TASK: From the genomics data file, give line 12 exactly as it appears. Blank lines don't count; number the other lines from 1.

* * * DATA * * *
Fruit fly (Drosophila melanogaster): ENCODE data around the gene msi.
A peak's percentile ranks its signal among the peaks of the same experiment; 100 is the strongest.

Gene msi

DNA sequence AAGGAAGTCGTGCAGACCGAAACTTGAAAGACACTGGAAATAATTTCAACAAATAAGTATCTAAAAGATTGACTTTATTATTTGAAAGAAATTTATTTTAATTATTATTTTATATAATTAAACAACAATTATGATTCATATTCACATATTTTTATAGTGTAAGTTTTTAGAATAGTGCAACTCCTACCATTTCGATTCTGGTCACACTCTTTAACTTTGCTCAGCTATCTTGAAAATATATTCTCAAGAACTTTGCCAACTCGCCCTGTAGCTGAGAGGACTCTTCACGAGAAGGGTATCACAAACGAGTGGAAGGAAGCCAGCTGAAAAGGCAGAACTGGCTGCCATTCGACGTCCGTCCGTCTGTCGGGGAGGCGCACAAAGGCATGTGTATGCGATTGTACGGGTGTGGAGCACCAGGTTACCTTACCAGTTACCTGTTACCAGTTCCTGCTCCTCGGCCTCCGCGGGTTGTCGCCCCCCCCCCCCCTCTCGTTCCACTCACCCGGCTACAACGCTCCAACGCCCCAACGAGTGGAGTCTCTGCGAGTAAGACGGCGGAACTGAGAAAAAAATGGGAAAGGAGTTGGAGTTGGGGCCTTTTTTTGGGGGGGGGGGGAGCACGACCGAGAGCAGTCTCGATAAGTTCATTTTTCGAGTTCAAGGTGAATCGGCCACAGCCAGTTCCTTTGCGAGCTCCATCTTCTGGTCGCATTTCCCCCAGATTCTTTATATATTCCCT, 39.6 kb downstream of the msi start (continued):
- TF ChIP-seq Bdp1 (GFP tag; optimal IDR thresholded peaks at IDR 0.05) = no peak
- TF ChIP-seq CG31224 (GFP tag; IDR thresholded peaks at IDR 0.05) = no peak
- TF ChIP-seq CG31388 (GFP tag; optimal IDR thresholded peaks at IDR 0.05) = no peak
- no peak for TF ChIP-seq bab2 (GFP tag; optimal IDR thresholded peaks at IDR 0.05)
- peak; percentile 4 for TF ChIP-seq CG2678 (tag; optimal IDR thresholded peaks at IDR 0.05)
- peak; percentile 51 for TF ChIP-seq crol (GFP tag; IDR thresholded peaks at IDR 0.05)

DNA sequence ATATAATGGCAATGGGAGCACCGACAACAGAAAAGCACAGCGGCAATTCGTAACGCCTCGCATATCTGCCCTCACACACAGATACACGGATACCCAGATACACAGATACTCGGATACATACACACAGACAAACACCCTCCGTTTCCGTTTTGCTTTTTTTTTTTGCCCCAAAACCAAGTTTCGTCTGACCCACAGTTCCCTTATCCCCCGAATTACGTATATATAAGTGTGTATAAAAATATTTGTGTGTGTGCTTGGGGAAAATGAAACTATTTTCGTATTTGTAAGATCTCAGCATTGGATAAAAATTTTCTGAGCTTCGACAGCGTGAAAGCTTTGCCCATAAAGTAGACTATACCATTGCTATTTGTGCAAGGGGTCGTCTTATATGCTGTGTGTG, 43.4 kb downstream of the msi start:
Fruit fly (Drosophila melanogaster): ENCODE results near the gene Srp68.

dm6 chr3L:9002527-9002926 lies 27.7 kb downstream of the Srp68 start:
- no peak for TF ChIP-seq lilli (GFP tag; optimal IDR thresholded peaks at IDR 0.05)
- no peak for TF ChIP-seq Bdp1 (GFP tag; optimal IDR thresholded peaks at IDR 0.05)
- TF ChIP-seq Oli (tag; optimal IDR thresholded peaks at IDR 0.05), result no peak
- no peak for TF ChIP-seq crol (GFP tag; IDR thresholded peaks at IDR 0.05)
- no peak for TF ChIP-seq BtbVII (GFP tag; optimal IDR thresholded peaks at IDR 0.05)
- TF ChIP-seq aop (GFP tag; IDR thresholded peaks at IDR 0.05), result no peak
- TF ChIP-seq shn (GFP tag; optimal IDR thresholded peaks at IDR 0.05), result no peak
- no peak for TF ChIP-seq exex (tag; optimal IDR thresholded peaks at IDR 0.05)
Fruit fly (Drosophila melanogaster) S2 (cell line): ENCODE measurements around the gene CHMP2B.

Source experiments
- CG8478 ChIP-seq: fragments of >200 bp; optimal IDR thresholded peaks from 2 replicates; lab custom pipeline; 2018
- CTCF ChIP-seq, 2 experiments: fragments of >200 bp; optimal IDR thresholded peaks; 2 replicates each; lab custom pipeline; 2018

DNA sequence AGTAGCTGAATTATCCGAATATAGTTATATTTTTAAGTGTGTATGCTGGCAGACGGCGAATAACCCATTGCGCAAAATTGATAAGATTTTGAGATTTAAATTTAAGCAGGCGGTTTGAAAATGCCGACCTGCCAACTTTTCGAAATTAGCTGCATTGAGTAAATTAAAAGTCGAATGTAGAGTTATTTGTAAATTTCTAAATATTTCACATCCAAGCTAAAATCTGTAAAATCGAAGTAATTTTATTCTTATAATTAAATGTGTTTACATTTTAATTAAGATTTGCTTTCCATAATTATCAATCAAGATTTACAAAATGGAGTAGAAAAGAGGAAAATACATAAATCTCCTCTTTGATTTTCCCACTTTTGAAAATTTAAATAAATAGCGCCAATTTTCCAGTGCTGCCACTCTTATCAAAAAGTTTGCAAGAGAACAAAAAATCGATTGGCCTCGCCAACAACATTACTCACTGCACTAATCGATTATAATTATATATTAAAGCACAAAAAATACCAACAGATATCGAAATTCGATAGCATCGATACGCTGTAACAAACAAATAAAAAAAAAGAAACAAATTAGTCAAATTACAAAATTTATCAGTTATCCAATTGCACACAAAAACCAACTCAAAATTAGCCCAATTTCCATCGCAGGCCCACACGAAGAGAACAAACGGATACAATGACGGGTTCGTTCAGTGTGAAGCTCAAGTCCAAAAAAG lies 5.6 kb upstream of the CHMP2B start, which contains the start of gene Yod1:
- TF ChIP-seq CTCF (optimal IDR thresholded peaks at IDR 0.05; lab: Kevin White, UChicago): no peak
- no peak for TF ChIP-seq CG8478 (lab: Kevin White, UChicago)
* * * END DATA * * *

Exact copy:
Fruit fly (Drosophila melanogaster): ENCODE results near the gene Srp68.